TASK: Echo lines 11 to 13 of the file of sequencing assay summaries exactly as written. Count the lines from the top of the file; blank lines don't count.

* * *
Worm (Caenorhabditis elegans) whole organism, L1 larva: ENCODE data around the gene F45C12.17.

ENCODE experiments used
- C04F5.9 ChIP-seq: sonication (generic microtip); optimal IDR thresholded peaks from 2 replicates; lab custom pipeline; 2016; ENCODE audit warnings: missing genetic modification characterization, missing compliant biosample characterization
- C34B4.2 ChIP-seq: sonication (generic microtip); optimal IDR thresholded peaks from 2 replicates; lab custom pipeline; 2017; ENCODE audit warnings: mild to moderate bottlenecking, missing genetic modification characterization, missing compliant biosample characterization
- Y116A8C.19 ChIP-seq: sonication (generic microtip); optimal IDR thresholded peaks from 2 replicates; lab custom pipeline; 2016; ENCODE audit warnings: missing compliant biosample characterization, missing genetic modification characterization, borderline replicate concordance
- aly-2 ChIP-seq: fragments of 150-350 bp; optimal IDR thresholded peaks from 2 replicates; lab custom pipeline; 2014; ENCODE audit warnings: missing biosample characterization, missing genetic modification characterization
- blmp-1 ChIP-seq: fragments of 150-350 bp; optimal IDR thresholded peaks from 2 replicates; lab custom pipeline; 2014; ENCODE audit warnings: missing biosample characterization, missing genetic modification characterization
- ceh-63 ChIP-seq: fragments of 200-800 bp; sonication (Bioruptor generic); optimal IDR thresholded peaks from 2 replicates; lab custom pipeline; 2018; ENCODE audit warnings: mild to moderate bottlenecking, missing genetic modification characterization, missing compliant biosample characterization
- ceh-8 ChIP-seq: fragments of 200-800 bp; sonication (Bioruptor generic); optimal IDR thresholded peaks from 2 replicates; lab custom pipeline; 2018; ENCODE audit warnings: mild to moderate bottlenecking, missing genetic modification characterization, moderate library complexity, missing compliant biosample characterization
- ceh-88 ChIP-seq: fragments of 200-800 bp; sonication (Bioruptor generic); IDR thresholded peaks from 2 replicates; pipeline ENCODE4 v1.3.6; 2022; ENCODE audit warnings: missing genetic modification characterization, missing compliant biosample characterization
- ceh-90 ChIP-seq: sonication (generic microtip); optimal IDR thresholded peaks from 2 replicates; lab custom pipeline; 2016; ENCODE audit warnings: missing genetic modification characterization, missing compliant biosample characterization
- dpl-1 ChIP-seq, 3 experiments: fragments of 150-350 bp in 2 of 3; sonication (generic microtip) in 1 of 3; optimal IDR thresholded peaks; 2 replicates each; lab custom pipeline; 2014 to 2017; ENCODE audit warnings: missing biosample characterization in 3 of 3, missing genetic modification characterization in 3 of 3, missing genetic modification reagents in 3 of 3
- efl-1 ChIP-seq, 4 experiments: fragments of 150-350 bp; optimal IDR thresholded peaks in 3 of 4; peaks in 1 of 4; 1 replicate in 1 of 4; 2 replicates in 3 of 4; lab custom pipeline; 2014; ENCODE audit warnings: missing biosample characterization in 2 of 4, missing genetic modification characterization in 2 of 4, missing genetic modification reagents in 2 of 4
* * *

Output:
- ceh-90 ChIP-seq: sonication (generic microtip); optimal IDR thresholded peaks from 2 replicates; lab custom pipeline; 2016; ENCODE audit warnings: missing genetic modification characterization, missing compliant biosample characterization
- dpl-1 ChIP-seq, 3 experiments: fragments of 150-350 bp in 2 of 3; sonication (generic microtip) in 1 of 3; optimal IDR thresholded peaks; 2 replicates each; lab custom pipeline; 2014 to 2017; ENCODE audit warnings: missing biosample characterization in 3 of 3, missing genetic modification characterization in 3 of 3, missing genetic modification reagents in 3 of 3
- efl-1 ChIP-seq, 4 experiments: fragments of 150-350 bp; optimal IDR thresholded peaks in 3 of 4; peaks in 1 of 4; 1 replicate in 1 of 4; 2 replicates in 3 of 4; lab custom pipeline; 2014; ENCODE audit warnings: missing biosample characterization in 2 of 4, missing genetic modification characterization in 2 of 4, missing genetic modification reagents in 2 of 4